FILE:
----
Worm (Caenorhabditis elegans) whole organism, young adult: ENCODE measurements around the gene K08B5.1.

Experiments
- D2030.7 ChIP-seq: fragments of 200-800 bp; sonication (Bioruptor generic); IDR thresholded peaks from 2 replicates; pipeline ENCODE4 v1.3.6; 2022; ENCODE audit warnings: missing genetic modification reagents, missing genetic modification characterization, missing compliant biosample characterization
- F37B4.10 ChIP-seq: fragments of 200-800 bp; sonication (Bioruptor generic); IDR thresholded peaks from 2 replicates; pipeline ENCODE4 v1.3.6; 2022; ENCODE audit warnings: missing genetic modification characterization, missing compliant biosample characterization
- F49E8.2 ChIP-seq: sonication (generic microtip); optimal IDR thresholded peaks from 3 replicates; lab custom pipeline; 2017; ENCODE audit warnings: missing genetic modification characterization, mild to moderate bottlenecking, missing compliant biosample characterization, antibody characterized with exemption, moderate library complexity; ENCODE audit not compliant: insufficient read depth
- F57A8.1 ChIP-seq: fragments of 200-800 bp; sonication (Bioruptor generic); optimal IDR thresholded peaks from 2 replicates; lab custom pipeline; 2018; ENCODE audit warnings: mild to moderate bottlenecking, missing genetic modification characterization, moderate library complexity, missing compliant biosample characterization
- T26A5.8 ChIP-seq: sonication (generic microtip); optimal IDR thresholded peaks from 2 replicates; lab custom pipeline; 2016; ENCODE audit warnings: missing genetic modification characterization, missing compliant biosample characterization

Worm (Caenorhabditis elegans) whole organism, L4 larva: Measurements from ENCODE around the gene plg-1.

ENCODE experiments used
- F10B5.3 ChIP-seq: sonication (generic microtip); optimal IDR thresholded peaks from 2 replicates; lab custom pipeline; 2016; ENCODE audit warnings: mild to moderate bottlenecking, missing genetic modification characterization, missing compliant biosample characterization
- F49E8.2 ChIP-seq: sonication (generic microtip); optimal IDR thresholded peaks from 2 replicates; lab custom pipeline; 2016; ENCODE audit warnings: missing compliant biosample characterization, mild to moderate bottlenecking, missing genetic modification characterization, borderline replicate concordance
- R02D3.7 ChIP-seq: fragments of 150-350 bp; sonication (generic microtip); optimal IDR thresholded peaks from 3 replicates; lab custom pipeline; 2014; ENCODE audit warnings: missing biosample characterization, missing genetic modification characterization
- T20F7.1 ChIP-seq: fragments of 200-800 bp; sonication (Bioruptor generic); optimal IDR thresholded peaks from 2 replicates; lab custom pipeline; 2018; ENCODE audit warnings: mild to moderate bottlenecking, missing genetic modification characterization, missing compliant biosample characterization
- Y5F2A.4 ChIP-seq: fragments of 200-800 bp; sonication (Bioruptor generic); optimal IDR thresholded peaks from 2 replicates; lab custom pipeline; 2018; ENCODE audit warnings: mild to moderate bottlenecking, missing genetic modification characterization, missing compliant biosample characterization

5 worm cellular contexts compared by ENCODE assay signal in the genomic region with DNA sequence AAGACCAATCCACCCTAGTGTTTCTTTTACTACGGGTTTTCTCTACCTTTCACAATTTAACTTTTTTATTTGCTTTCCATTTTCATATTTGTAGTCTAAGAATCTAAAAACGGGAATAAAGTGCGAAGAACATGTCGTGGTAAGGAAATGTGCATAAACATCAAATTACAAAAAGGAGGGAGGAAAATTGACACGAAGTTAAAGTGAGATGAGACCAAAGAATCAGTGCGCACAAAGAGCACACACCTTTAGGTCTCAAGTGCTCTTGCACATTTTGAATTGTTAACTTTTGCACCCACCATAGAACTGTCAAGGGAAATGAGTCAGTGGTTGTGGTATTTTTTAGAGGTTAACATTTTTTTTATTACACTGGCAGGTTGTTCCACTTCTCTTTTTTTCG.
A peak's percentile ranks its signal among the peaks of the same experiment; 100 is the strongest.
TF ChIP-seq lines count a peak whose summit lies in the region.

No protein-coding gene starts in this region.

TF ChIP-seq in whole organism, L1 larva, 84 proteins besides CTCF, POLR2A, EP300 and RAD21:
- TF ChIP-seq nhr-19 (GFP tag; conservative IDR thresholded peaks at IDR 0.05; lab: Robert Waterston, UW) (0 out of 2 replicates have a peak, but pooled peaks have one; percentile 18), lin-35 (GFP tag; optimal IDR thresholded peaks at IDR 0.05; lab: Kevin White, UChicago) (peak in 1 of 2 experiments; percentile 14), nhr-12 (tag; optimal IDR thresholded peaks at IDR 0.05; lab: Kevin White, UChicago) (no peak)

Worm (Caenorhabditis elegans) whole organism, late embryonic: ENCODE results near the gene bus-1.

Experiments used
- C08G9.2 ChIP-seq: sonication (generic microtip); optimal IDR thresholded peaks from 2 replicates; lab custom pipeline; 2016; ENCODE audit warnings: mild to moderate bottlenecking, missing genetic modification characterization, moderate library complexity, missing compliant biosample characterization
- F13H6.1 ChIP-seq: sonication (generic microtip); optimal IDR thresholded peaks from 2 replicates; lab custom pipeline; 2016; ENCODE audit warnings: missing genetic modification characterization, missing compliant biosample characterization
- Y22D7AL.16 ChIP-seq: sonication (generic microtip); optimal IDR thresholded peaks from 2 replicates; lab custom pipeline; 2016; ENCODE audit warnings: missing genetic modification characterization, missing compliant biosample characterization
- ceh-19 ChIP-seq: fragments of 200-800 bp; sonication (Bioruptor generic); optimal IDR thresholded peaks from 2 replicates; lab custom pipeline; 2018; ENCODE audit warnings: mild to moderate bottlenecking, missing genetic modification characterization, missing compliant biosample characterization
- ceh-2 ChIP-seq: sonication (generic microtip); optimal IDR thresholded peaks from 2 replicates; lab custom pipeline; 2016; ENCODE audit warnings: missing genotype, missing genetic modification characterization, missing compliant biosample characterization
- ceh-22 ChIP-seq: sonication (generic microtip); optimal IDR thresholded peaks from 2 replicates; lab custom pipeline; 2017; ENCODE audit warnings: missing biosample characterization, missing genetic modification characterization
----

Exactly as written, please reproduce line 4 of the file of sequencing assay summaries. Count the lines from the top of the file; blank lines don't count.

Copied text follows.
- F37B4.10 ChIP-seq: fragments of 200-800 bp; sonication (Bioruptor generic); IDR thresholded peaks from 2 replicates; pipeline ENCODE4 v1.3.6; 2022; ENCODE audit warnings: missing genetic modification characterization, missing compliant biosample characterization